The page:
Don’t just blithely use the Apple brand and adverts, as if people will get the same Apple experience in ZA, which they won’t … rather be humble, honest, and try get the whole company to a place where Core can at least say “we’re doing the very best we can, given our limited scope and the small South African market size”.

    That would be much better than the current “take it or leave it, we don’t care” approach to service.

    Core is going to need a really good reason to give people to justify why they should pay so much more for buying through Core than by going direct… and if Core is going to say that the reason to buy through themselves is “after sales service”, then they better PROVIDE GOOD after sales service.

    Another small example of how we’re limited in ZA compared to the US (from the ZAStore – the Core retail online store):
    “Do you sell the AppleCare extended protection plan?
    Unfortunately this product is not offered to South Africa at this time, so we are unable to supply. ”

    A standard Core response. What if you NEED an extended protection plan?

    How much *does* Core spend per year on supporting Apple products, relative to income and shipping costs? How many support technicians are there in the country? How are they trained? Who trains them? Can Core support technicians be shown to be on a par with US technicians? Why is extended AppleCare not offered in ZA? Can companies have their own support technicians trained by Core? I don’t think these are questions RJ would be comfortable discussing over lunch any time soon; but that’s just my guess.

    I rest my case. I love Apple products, but the current attitude and uncompetitive practices shown by Core leave a rotten taste in my mouth.

    Sorry for the good people who work at Core (they are in there!!) – but the truth needs to be said. Eventually, the customers are “revolting”.

  • http://tim-gregory.com Tim Gregory

    It is not illegal to import Apple goods privately, and simply pay the VAT, clearance and any duties (none as far as I can tell).
    I saved R5000+ on my last Macbook Pro by doing this.
    And I received it in a week, which is shorter than it’s taken to get simple things like replacement batteries via the Core group.
    Search eBay and look for sellers with large amounts of positive feedback.
    Also saves you getting punished for Core’s ‘forward cover’ blunders.

    RJ – I hope you read this comment and a little seed is planted – you may be paid for your writing in newspapers and magazines, but they are on their way out, and you ignore the internet and social media at your peril

  • alexk232

    “My pension fund, everything, was tied up in the dot-bomb bullshit,” Van Spaandonk says. “I know what it means to lose a lot of money.”

    Honestly, the prices you charge for your products, and the service you provide, I’m sure you’re doing ok now, but can’t say I’d feel sorry for you if it happened again though.

    All the greedy distributors with horrible prices and terrible service (Core being one of them) are really lowering the quality of life in SA.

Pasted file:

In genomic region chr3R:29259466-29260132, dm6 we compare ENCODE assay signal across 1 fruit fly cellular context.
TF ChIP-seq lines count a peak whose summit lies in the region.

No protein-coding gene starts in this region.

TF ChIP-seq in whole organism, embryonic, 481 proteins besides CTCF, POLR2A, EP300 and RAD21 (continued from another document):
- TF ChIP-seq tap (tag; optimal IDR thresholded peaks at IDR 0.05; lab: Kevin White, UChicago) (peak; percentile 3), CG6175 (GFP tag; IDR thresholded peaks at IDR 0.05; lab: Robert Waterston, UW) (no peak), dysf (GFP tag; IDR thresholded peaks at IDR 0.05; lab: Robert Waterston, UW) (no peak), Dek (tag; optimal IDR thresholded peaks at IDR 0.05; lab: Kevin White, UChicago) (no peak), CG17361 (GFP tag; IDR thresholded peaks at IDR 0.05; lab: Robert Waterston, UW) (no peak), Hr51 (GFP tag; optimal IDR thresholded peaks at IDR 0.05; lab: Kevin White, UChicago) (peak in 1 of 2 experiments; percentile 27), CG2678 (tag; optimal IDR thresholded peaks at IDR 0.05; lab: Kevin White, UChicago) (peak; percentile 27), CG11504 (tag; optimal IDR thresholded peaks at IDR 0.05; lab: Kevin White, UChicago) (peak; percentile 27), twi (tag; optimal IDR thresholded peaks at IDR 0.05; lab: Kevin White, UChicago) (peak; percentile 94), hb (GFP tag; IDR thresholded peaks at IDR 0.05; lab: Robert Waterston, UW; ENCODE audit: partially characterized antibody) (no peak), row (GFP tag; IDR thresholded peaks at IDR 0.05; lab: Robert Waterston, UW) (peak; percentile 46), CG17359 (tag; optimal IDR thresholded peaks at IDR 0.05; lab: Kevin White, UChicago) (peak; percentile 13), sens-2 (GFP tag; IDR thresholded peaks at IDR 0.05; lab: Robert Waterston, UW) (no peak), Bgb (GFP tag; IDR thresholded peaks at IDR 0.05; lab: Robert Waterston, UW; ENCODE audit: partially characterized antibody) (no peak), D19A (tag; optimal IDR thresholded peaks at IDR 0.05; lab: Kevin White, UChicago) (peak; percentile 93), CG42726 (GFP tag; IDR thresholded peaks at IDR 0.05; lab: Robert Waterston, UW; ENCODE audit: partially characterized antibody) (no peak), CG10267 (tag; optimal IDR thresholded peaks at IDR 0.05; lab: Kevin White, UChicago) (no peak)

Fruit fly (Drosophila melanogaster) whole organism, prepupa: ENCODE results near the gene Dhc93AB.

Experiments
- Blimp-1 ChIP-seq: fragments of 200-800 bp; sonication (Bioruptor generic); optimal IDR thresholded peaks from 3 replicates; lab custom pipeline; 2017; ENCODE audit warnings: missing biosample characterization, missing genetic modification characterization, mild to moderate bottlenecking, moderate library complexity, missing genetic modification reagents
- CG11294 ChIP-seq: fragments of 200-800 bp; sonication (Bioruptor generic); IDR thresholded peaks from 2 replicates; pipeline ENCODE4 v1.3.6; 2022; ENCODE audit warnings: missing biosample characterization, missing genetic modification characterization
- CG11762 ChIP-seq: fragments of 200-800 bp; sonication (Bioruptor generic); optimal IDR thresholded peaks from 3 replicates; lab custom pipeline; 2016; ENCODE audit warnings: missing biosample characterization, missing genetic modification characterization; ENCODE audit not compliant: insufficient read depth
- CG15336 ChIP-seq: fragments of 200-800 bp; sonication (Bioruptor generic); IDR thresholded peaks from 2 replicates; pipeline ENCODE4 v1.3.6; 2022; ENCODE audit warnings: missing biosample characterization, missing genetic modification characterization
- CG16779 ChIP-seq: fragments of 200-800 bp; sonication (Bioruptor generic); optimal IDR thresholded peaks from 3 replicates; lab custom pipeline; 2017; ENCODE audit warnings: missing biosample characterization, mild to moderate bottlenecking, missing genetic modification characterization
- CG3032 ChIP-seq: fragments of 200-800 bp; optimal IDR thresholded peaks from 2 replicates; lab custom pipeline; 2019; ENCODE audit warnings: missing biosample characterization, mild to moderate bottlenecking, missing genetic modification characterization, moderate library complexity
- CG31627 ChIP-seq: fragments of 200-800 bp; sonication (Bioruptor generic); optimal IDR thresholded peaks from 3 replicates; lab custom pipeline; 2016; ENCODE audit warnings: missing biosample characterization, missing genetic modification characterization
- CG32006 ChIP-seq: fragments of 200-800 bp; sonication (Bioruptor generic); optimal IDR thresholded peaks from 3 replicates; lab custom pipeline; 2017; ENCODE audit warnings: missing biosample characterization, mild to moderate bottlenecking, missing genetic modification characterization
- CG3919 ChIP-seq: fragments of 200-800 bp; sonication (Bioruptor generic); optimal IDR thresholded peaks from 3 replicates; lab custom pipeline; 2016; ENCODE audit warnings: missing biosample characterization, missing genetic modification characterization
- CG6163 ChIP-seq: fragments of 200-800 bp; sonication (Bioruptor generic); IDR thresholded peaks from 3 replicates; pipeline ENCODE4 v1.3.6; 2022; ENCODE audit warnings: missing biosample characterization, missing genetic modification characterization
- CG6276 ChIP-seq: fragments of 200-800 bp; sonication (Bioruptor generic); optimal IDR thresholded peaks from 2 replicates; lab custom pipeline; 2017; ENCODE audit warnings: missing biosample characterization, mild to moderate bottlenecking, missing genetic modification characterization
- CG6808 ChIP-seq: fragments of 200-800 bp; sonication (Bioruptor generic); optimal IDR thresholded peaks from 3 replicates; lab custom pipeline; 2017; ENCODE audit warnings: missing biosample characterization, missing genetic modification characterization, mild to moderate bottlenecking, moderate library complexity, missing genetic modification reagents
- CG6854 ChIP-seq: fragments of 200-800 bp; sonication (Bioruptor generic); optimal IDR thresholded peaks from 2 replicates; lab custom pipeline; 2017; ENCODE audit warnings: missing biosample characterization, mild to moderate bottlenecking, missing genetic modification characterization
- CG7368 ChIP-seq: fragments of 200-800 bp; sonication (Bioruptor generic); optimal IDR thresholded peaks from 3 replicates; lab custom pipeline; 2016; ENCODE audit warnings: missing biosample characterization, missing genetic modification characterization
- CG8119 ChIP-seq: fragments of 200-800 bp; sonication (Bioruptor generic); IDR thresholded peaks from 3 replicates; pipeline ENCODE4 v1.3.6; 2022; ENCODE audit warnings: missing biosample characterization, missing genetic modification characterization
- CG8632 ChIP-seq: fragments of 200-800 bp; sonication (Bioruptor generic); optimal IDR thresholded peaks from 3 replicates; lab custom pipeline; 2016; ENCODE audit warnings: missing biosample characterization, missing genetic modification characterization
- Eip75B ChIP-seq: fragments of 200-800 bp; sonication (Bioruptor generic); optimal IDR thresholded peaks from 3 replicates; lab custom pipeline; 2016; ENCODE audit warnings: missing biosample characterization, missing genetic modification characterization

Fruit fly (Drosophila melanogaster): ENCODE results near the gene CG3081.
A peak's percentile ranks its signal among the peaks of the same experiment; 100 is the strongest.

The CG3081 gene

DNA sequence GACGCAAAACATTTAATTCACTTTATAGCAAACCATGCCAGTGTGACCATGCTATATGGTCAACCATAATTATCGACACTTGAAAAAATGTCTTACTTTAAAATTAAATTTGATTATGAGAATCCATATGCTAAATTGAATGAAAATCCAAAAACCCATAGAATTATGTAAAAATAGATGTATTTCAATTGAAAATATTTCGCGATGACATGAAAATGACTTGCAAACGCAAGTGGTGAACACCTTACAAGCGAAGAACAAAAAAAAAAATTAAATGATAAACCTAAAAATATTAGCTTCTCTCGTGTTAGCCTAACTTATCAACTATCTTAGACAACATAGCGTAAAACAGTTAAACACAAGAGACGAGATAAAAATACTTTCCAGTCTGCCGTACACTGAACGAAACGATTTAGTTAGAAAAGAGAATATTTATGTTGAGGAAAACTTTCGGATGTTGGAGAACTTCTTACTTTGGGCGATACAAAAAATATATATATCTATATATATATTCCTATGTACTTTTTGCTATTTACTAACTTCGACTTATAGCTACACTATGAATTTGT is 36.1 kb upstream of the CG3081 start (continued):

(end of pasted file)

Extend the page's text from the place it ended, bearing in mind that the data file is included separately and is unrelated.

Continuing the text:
• Brian

    What an arrogant, pompous, self opinionated w*****…

  • Marais

    @ Core (The commenter)
    You forgot the cut to the retailer in your sums concerning the iPod touch. And you obviously Brad paid retail price (in US) and Core would buy the stock at some wholesale price, well below the ~ R3110 (including shipping I assume)

    It’s pointless doing those sums.

Why TechCentral?

We know that as a prospective advertiser, you are spoilt for choice. Our job is to demonstrate why TechCentral delivers the best return for your advertising spend.

TechCentral is South Africa’s online technology news leader. We don’t say that lightly. We believe we produce the country’s best and most insightful online tech news aimed at industry professionals and those interested in the fast-changing world of technology.

We provide news, reviews and comment, without fear or favour, that is of direct relevance to our fast-expanding audience. Proportionately, we provide the largest local audience of all technology-focused online publishers.

We do not constantly regurgitate press releases to draw in search engine traffic — we believe websites that do so are doing their readers and advertisers a disservice. Nor do we sell “editorial features”, offer advertising “press offices” or rely on online bulletin-board forums of questionable value to advertisers to bolster our traffic.

TechCentral, which is edited and written by award-winning South African journalists, cares about delivering top-quality content to draw in the business and consumer readers that are of most interest to technology advertisers.

We’d like the opportunity to demonstrate the value of directing a portion of your advertising budget to TechCentral, whether your company is in the technology field or not. Numerous opportunities exist for companies interested in reaching our audience of key decision-makers in South Africa’s dynamic information and communications technology sector. We offer packages that will deliver among the best returns on investment available in the online technology news space.

For more information about advertising opportunities, and how your organisation can benefit by publicising itself on TechCentral, please call us on 011-792-0449 during office hours. Or send us an e-mail and ask for our latest rate card and brochure.